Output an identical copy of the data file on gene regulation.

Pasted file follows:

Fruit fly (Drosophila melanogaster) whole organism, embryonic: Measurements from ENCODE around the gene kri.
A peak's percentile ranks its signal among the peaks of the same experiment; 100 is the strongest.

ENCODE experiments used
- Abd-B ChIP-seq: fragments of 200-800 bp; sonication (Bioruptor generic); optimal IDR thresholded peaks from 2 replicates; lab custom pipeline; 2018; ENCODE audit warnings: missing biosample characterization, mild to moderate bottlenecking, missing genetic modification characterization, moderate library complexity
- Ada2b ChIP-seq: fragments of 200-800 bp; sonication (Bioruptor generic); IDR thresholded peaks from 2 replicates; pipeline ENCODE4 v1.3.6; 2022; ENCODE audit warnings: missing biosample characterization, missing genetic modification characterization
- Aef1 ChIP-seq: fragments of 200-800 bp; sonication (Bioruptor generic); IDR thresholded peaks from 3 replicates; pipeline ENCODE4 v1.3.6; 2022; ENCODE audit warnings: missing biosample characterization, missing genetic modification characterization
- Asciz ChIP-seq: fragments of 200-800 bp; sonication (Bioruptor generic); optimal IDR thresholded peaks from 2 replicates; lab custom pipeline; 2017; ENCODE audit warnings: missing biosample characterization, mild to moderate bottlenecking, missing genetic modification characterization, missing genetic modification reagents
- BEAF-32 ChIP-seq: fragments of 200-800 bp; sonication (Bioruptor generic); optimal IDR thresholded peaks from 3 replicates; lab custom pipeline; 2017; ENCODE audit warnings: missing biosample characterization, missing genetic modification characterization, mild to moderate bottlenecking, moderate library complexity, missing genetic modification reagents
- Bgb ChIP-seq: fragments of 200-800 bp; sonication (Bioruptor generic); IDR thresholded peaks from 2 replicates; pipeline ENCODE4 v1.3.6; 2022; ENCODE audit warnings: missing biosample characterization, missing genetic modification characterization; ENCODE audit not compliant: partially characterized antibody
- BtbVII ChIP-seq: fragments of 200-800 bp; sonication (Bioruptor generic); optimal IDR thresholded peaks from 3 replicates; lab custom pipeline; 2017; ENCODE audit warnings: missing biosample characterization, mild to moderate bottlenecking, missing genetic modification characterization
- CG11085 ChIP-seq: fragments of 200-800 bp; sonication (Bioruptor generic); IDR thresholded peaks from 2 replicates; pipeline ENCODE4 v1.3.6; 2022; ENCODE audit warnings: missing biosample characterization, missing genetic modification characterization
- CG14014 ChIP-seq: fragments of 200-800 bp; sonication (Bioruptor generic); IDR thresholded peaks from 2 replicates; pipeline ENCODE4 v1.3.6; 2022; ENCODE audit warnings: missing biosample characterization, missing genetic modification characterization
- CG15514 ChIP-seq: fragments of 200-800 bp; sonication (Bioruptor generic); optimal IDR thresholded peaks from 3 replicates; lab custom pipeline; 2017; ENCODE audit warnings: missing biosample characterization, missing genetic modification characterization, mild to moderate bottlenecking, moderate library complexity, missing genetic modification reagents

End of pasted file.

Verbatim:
Fruit fly (Drosophila melanogaster) whole organism, embryonic: Measurements from ENCODE around the gene kri.
A peak's percentile ranks its signal among the peaks of the same experiment; 100 is the strongest.

ENCODE experiments used
- Abd-B ChIP-seq: fragments of 200-800 bp; sonication (Bioruptor generic); optimal IDR thresholded peaks from 2 replicates; lab custom pipeline; 2018; ENCODE audit warnings: missing biosample characterization, mild to moderate bottlenecking, missing genetic modification characterization, moderate library complexity
- Ada2b ChIP-seq: fragments of 200-800 bp; sonication (Bioruptor generic); IDR thresholded peaks from 2 replicates; pipeline ENCODE4 v1.3.6; 2022; ENCODE audit warnings: missing biosample characterization, missing genetic modification characterization
- Aef1 ChIP-seq: fragments of 200-800 bp; sonication (Bioruptor generic); IDR thresholded peaks from 3 replicates; pipeline ENCODE4 v1.3.6; 2022; ENCODE audit warnings: missing biosample characterization, missing genetic modification characterization
- Asciz ChIP-seq: fragments of 200-800 bp; sonication (Bioruptor generic); optimal IDR thresholded peaks from 2 replicates; lab custom pipeline; 2017; ENCODE audit warnings: missing biosample characterization, mild to moderate bottlenecking, missing genetic modification characterization, missing genetic modification reagents
- BEAF-32 ChIP-seq: fragments of 200-800 bp; sonication (Bioruptor generic); optimal IDR thresholded peaks from 3 replicates; lab custom pipeline; 2017; ENCODE audit warnings: missing biosample characterization, missing genetic modification characterization, mild to moderate bottlenecking, moderate library complexity, missing genetic modification reagents
- Bgb ChIP-seq: fragments of 200-800 bp; sonication (Bioruptor generic); IDR thresholded peaks from 2 replicates; pipeline ENCODE4 v1.3.6; 2022; ENCODE audit warnings: missing biosample characterization, missing genetic modification characterization; ENCODE audit not compliant: partially characterized antibody
- BtbVII ChIP-seq: fragments of 200-800 bp; sonication (Bioruptor generic); optimal IDR thresholded peaks from 3 replicates; lab custom pipeline; 2017; ENCODE audit warnings: missing biosample characterization, mild to moderate bottlenecking, missing genetic modification characterization
- CG11085 ChIP-seq: fragments of 200-800 bp; sonication (Bioruptor generic); IDR thresholded peaks from 2 replicates; pipeline ENCODE4 v1.3.6; 2022; ENCODE audit warnings: missing biosample characterization, missing genetic modification characterization
- CG14014 ChIP-seq: fragments of 200-800 bp; sonication (Bioruptor generic); IDR thresholded peaks from 2 replicates; pipeline ENCODE4 v1.3.6; 2022; ENCODE audit warnings: missing biosample characterization, missing genetic modification characterization
- CG15514 ChIP-seq: fragments of 200-800 bp; sonication (Bioruptor generic); optimal IDR thresholded peaks from 3 replicates; lab custom pipeline; 2017; ENCODE audit warnings: missing biosample characterization, missing genetic modification characterization, mild to moderate bottlenecking, moderate library complexity, missing genetic modification reagents